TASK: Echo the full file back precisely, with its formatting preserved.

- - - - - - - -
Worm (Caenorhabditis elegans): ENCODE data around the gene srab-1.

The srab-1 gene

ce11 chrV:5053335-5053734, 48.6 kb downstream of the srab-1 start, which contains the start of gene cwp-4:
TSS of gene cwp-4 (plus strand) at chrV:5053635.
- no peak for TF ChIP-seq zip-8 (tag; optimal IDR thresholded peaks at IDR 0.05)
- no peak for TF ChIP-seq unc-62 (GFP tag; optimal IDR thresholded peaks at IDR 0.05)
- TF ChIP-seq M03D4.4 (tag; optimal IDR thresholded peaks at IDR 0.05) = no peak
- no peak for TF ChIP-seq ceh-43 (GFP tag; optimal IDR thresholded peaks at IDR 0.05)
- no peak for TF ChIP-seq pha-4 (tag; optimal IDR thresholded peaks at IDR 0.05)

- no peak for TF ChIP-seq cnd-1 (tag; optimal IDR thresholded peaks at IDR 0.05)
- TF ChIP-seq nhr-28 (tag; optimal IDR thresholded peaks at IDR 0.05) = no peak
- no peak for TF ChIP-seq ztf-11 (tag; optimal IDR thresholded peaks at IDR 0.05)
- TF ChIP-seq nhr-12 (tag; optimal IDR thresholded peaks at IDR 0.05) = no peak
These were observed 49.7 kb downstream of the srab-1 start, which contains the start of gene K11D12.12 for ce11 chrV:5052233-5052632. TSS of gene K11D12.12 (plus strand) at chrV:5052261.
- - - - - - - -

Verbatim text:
Worm (Caenorhabditis elegans): ENCODE data around the gene srab-1.

The srab-1 gene

ce11 chrV:5053335-5053734, 48.6 kb downstream of the srab-1 start, which contains the start of gene cwp-4:
TSS of gene cwp-4 (plus strand) at chrV:5053635.
- no peak for TF ChIP-seq zip-8 (tag; optimal IDR thresholded peaks at IDR 0.05)
- no peak for TF ChIP-seq unc-62 (GFP tag; optimal IDR thresholded peaks at IDR 0.05)
- TF ChIP-seq M03D4.4 (tag; optimal IDR thresholded peaks at IDR 0.05) = no peak
- no peak for TF ChIP-seq ceh-43 (GFP tag; optimal IDR thresholded peaks at IDR 0.05)
- no peak for TF ChIP-seq pha-4 (tag; optimal IDR thresholded peaks at IDR 0.05)

- no peak for TF ChIP-seq cnd-1 (tag; optimal IDR thresholded peaks at IDR 0.05)
- TF ChIP-seq nhr-28 (tag; optimal IDR thresholded peaks at IDR 0.05) = no peak
- no peak for TF ChIP-seq ztf-11 (tag; optimal IDR thresholded peaks at IDR 0.05)
- TF ChIP-seq nhr-12 (tag; optimal IDR thresholded peaks at IDR 0.05) = no peak
These were observed 49.7 kb downstream of the srab-1 start, which contains the start of gene K11D12.12 for ce11 chrV:5052233-5052632. TSS of gene K11D12.12 (plus strand) at chrV:5052261.